22 May 6 Lessons Transitioning from Face to Face to Virtual Classroom
On Thursday March 12th I facilitated my last face to face programme with a Senior Leadership Team. The evening before I had a pint in the hotel bar and watched Liverpool crash out of the Champions League. There was an air of nervousness about COVID-19 and I was happy to be at a table on my own.
The morning of the programme, we did apologetic elbow bumps to greet one another. Just before lunch phones started beeping. Leo Varadkar (Irelands Prime Minister) had announced that the country’s schools, colleges and childcare facilities would close in response to the pandemic. There was an air of distraction for the rest of the day.
The following Monday 16th my colleagues and I got calls postponing or cancelling client programmes. Leo’s St Patrick’s Day speech was excellent but we were all now in Lockdown. At our team update meeting via Zoom that week we knew that we had to pivot quickly and go virtual.
Face to Face facilitation is what I do. It’s the strength I’ve leveraged for the last 25 years. I was unsure if I could do this in a virtual environment. Two months and 30+ virtual workshops later, I now know that I can, but not without making plenty of mistakes along the way.
Here are some of the lessons I’ve learned:
- Get into the right mindset – It’s only natural to feel uneasy about transitioning and adapting to a virtual learning environment. Virtual classrooms do work with the right facilitation and the right learning goals and objectives. If you think you won’t succeed, you won’t. You have to be willing to take the plunge.
- Don’t be afraid to make mistakes – At the beginning, I did numerous test runs with my colleagues to iron out technology challenges. It’s only natural to feel somewhat uncomfortable in front of the screen. Things will go wrong. I’ve never facilitated a face-to-face programme where everything has gone perfectly. Trust that as an experienced facilitator, you will get things back on track.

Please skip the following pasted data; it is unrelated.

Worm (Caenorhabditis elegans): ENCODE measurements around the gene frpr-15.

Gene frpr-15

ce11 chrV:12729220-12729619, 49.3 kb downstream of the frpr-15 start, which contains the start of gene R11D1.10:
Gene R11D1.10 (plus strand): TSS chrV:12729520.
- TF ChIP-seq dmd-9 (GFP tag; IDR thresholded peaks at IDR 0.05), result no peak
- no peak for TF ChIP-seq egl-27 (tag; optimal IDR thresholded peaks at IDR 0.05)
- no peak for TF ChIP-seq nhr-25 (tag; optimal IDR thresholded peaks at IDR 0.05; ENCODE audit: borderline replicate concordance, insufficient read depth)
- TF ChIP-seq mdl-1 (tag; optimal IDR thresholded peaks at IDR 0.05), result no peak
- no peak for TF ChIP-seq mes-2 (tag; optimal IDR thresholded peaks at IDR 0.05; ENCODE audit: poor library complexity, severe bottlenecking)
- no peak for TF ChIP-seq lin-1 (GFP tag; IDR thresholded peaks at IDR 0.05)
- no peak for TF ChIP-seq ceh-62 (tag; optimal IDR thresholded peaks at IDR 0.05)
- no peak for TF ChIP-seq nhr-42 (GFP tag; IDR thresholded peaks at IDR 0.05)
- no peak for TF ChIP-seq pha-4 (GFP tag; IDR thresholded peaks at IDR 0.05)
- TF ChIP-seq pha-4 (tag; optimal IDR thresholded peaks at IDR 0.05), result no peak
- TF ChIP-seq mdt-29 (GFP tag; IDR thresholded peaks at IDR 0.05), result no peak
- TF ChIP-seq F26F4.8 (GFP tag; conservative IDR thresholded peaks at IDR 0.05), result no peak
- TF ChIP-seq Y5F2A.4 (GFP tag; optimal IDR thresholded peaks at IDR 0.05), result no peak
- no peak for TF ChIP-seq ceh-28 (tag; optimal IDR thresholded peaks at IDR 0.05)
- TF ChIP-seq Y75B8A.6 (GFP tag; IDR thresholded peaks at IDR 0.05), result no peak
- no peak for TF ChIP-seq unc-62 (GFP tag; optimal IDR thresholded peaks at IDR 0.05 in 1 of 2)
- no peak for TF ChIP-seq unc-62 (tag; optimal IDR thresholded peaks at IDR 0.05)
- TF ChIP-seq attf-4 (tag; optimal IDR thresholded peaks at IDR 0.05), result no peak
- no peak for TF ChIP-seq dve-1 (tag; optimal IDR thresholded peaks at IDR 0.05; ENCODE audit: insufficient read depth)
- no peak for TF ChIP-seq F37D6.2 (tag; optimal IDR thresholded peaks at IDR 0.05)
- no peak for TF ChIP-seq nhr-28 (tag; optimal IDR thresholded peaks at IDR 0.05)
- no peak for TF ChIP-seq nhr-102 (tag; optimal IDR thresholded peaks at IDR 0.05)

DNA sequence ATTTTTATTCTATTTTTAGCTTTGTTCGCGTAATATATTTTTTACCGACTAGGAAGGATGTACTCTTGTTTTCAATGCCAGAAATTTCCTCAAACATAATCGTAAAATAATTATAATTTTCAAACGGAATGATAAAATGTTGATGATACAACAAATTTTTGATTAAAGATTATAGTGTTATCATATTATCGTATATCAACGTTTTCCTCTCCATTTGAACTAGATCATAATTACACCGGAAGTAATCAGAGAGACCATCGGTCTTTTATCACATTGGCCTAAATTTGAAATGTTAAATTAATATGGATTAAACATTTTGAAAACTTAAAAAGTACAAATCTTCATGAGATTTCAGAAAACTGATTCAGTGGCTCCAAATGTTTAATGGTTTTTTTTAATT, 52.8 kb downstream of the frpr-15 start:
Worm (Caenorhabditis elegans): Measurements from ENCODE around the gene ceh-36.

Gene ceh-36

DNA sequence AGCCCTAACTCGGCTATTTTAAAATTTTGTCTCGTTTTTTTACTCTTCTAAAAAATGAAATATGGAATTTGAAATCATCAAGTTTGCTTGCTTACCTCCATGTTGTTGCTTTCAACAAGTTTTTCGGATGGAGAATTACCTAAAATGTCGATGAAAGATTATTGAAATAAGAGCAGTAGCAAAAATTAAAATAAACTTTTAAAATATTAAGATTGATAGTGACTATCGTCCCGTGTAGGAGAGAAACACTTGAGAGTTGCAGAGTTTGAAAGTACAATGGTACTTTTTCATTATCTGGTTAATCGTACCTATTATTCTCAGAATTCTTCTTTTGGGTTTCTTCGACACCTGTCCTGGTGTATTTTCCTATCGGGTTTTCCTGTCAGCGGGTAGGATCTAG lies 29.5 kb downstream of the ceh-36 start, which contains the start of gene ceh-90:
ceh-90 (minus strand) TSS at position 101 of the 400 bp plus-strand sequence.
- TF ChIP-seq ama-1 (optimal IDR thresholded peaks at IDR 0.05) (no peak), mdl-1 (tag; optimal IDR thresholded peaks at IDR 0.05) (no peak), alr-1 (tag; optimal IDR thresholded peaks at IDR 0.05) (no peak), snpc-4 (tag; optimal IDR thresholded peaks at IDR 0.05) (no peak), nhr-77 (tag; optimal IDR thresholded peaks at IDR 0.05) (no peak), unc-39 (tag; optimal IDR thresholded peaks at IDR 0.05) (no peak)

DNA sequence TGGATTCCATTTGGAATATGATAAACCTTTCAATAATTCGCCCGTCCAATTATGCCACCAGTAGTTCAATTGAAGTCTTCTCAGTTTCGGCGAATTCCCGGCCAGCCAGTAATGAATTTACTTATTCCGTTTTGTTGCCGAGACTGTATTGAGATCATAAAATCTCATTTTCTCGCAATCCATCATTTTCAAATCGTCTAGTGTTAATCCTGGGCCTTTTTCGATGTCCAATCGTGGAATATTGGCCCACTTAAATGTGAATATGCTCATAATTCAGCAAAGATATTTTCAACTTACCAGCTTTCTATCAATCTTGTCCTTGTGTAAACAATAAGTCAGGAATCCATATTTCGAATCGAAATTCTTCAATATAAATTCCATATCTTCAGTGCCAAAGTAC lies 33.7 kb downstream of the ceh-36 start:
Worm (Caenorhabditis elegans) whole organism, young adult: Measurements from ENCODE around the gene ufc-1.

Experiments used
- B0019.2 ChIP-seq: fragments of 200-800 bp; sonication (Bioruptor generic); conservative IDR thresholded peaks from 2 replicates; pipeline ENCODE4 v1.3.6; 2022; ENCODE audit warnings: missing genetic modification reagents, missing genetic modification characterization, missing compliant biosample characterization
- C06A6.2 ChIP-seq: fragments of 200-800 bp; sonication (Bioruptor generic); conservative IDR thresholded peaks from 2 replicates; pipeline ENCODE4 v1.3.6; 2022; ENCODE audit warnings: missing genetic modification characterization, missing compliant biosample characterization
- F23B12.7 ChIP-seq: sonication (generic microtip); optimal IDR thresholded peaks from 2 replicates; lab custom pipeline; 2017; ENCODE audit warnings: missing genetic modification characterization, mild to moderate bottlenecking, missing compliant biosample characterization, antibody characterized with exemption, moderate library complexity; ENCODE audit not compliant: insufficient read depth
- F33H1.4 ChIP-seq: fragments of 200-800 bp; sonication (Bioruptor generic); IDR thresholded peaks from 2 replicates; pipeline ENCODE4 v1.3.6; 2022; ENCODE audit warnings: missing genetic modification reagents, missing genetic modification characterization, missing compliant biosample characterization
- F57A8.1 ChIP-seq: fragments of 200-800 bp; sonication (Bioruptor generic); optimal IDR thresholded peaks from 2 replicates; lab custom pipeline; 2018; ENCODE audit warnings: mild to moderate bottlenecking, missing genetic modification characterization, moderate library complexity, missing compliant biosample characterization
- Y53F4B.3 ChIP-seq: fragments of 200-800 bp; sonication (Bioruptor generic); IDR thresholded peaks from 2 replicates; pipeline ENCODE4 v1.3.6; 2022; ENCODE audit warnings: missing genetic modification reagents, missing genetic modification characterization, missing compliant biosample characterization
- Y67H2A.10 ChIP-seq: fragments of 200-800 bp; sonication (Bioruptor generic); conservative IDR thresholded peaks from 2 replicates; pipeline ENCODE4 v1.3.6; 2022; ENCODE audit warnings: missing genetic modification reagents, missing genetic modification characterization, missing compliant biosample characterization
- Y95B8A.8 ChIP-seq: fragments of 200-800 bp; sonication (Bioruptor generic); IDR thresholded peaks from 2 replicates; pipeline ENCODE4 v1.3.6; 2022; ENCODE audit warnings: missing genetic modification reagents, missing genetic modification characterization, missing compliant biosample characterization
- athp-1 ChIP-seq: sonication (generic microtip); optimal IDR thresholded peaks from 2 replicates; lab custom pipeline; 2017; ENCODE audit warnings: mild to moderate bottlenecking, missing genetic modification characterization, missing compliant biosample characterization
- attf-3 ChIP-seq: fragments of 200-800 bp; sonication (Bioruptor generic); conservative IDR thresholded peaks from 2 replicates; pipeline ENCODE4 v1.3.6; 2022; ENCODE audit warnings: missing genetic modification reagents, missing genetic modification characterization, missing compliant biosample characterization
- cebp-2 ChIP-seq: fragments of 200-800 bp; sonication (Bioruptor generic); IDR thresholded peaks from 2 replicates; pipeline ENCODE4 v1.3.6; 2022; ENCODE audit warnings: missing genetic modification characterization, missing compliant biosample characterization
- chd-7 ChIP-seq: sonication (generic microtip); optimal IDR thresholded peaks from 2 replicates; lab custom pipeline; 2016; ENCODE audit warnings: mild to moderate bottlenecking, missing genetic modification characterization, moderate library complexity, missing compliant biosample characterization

- Design an interactive process – Strong design is key. Determine your learning outcomes and think of it as a process (Pre-work, Virtual classroom, Post-work). Get content learning completed as part of pre-work. Aim for 30% content, 70% interaction in the workshop and follow up with boosters and application exercises after the workshop. Keeping learners engaged is critical. It’s very easy for learners to zone out when on the other side of a screen. Make use of a combination of interactive tools such as polls, chat, breakout rooms, interactive whiteboards, quizzes or games to connect and engage with remote learners.
- Design shorter sessions – My rule of thumb is two x 2-hour virtual sessions for what was previously a one-day face to face workshop. Limit the workshop size to ideally 8 participants. I personally like to have about a week between sessions in order to give participants a chance to apply the learning between workshops.
- Practice makes perfect – Whatever virtual platform you use whether it’s Zoom, WebEx, Adobe Connect, Microsoft Teams or other, you need to practice to become familiar with their features. As a facilitator you want to ensure everything runs smoothly. That’s why we team up with a producer who sets up tech checks with learners and manages the tools used throughout the workshop.
- Always, have a plan B – It’s inevitable that things won’t always run smoothly with everyone working remotely – Broadband and electricity may become an issue, so it’s always worth having a plan B or C.
Virtual classrooms will never replace the traditional face to face approach. I’m unsure as to how long this ‘new normal’ will last but I think the learning process has changed forever.
The future is a truly blended approach and I think we’ll be much more judicious about the need for participants and facilitators to travel to a hotel for your standard face-to-face workshop. I for one will not miss the annual 60,000 kilometres driving to the four corners of Ireland. I wouldn’t mind a bit of it now though!
If you are looking for help with transitioning to virtual classroom or you would like to discuss other forms of virtual learning. Get in touch.